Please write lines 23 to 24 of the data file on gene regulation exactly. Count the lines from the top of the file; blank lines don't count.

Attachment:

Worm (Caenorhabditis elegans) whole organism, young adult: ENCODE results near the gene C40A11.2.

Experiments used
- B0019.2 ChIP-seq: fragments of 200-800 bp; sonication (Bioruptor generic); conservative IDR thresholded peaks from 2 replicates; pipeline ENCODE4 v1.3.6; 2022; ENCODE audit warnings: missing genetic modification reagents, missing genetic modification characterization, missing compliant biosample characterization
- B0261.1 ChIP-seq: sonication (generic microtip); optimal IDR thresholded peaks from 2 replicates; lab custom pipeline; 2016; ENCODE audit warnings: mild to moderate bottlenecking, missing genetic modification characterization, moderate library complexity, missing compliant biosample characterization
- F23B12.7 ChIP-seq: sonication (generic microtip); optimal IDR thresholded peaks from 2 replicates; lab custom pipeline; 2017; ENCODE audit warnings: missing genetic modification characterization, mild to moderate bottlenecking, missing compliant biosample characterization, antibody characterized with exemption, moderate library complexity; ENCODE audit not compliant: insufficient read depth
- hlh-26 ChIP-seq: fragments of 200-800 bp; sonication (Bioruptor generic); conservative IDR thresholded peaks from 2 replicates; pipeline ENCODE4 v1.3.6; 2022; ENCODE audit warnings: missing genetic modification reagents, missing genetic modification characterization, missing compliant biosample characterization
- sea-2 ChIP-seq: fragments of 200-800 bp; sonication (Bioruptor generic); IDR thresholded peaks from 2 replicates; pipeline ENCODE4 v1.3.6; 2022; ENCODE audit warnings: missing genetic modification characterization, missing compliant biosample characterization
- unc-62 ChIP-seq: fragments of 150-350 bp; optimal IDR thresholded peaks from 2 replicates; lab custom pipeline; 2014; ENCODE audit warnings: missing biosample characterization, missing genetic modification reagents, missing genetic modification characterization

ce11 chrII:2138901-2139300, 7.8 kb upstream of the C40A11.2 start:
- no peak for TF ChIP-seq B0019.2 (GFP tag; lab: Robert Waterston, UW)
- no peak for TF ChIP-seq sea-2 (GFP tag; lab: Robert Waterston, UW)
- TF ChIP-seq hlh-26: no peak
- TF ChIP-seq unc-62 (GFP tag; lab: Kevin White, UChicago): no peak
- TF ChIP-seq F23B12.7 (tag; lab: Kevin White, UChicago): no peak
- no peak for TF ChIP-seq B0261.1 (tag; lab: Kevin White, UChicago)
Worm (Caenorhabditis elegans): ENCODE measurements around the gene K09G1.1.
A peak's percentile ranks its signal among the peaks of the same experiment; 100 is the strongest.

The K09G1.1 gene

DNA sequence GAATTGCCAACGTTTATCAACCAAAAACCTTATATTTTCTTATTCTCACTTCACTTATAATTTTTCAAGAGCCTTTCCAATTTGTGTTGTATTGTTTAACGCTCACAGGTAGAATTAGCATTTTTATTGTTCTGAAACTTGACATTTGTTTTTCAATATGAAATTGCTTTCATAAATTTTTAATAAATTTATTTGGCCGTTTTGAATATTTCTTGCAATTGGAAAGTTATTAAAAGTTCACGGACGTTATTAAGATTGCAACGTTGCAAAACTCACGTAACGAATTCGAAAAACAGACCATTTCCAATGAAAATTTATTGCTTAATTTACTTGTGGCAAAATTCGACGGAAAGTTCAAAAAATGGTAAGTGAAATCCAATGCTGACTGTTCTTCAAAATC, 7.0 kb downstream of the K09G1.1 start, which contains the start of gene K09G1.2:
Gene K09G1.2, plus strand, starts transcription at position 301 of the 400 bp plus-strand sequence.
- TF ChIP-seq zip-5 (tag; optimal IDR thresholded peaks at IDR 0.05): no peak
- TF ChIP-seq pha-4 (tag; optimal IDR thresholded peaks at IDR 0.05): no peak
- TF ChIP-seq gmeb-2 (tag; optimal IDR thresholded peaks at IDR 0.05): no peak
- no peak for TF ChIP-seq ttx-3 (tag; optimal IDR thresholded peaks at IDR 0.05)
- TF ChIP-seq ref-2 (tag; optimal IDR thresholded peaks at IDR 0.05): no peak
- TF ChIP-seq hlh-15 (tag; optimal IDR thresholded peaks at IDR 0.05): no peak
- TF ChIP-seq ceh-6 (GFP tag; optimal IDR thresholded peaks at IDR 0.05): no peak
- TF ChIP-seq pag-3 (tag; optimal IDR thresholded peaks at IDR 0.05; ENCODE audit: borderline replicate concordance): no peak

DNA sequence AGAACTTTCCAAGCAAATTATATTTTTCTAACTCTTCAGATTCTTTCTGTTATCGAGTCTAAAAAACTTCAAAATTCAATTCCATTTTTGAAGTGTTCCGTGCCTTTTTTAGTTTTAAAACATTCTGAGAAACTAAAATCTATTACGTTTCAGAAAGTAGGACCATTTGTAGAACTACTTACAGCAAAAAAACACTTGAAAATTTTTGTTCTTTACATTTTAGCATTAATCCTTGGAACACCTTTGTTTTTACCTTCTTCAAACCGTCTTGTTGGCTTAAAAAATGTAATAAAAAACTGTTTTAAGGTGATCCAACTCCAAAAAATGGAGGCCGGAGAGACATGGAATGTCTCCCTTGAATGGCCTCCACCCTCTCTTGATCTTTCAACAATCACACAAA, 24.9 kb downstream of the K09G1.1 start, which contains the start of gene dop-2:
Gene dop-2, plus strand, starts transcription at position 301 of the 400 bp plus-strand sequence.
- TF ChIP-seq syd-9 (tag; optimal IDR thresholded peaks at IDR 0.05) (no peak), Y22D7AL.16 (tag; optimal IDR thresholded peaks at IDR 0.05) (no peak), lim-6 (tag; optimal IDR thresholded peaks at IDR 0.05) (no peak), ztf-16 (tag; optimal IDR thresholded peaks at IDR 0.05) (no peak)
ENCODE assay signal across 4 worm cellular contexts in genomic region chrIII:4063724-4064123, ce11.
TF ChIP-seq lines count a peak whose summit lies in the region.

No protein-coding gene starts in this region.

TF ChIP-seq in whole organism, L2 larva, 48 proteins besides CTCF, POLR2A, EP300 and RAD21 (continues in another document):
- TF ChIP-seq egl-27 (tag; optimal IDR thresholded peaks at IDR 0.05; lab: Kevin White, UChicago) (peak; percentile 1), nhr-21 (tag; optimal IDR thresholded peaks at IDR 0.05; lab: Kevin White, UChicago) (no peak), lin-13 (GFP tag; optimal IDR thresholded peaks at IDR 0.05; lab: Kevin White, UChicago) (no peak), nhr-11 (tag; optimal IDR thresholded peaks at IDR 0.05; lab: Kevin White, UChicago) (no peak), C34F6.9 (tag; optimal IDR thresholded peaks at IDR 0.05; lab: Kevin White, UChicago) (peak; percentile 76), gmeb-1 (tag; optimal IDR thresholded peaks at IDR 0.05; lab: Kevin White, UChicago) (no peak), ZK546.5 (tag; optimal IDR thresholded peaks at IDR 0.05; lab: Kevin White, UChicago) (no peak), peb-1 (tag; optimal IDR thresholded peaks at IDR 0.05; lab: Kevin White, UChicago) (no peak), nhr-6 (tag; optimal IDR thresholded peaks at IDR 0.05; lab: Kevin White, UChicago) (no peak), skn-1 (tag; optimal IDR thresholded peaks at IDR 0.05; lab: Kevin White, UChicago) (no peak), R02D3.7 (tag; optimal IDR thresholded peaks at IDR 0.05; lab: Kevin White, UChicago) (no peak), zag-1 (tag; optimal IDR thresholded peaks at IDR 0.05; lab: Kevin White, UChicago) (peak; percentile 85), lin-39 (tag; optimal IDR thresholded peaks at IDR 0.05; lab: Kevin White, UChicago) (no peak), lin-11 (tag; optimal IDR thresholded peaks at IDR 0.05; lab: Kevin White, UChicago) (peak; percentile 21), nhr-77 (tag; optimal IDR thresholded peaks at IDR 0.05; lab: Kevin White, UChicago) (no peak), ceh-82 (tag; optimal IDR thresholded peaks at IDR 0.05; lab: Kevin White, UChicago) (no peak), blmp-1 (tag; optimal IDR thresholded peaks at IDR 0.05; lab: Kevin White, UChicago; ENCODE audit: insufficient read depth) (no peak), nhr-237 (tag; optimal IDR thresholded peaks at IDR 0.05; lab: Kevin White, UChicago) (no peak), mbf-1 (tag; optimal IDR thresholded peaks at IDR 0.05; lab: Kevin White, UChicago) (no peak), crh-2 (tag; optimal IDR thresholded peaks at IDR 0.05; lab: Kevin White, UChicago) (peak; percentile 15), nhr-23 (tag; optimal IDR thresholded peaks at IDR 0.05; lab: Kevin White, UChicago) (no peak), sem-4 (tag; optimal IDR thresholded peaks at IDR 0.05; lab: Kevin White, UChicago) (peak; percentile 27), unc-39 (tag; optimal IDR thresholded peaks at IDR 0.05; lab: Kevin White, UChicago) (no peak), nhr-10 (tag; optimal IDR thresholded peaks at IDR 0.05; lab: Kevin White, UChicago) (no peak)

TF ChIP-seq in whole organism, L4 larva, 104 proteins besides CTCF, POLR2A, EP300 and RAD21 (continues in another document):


- TF ChIP-seq gmeb-2 (tag; optimal IDR thresholded peaks at IDR 0.05): no peak
- no peak for TF ChIP-seq ttx-3 (tag; optimal IDR thresholded peaks at IDR 0.05)